When you start to weed, keep in mind of how the saying goes...get going, while the going's good! This applies in weeding practices as well. It is most beneficial and most effective to weed when it is hot and dry. During this weather, the weeds that are completely pulled by their roots to the surface, will dry out in the sun preventing them to re-establish. If they were pulled and left on the soil while it was still wet and cooler, they could possibly re-root and then you are no further ahead. You can still weed after it rains as the weeds pull out with ease,however I will recommend that if you do this you may want to gather the weeds instead of leaving them laying in your garden. Cool, moist weather will only aid these weeds to re-root and allowing them a chance to spread again.






Some weeds show a pretty little flower once they grow, but within this pretty little flower are numerous weed seeds that want to be released into the air to do their job of spreading. If you don't have time to dig the whole weed the best advice would be to clip the tops off as soon as possible. When time allows, you can go back and pull out the rest of the plant.


Many people choose to apply different types of mulch for their gardens, as this is a great defense against weeds. What mulch does to ward against weeds is that it provides a thick layer over the top of the soil making it hard for weeds to see light and emerge successfully. Mulch has many other benefits for your garden and can come in different forms.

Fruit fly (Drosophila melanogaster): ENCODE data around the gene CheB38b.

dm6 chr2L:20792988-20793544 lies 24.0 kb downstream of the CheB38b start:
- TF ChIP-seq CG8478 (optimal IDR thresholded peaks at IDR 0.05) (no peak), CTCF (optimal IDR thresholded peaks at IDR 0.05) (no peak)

In most gardens, especially flower gardens, choosing plant spacing according to the proper recommendations will help to impede weeds.  As the plants and foliage mature, plants will shade out weeds and compete making it harder for them to grow and prevent them from taking over. Keeping the soil healthy and enriched with organic matter  also benefits your garden and makes it harder for weed seeds to germinate. Weeds generally thrive in poor soil conditions, but find it hard to survive in healthy soil enriched with organic matter. Rich and well-drained organic matter is known to impede weed germination and growth, providing healthy  grounds for your plants.   
I

Now that you are a master of knowing what to do, it's time to put your skills into practice. You may ask what types of tools and supplies will provide you with the best defense for weeding.  There are many available and as it seems, each individual gardener has a favorite that seems to do the job just right. Two of my favorite tools for weeding a large area such as a vegetable garden is the wheel hoe


You can check this handy tool out and how it works by watching our youtube video. In this video, it gives you a testimony that has been tried, tested and true! Of course my next favorite tools for weeding are the old reliable straight edge hoe when weeding veggies and a garden claw for weeding and cultivating around perennial and shrub gardens.

With all of this weed information I hope it doesn't overwhelm or deter you from growing or adding to your gardens My hope is that it helps and makes it much easier for you this growing season as well as future garden years ahead so that you can do more of this...

  

  
 

1 comment:

  1. What about wild morning glories ��

    ReplyDelete